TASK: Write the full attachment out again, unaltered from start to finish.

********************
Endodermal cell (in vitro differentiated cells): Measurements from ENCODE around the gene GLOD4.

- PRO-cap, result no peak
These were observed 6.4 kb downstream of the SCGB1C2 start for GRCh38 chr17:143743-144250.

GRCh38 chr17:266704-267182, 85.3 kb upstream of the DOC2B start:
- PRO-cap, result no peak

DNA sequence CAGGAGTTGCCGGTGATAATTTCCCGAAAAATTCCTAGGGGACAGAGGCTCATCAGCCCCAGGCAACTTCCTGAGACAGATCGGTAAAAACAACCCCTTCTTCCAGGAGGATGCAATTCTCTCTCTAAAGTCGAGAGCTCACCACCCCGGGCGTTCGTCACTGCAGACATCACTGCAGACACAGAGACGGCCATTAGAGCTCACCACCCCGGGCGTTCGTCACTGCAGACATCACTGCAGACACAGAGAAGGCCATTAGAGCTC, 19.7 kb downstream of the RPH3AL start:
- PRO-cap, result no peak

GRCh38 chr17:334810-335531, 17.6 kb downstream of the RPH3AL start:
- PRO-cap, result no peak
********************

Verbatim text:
Endodermal cell (in vitro differentiated cells): Measurements from ENCODE around the gene GLOD4.

- PRO-cap, result no peak
These were observed 6.4 kb downstream of the SCGB1C2 start for GRCh38 chr17:143743-144250.

GRCh38 chr17:266704-267182, 85.3 kb upstream of the DOC2B start:
- PRO-cap, result no peak

DNA sequence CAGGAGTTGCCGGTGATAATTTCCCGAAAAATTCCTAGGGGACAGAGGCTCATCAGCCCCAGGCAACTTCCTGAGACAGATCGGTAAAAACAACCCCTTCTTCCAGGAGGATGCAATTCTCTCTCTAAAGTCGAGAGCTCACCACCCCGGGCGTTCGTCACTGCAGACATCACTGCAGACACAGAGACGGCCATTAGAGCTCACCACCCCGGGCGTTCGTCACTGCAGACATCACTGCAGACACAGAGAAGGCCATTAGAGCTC, 19.7 kb downstream of the RPH3AL start:
- PRO-cap, result no peak

GRCh38 chr17:334810-335531, 17.6 kb downstream of the RPH3AL start:
- PRO-cap, result no peak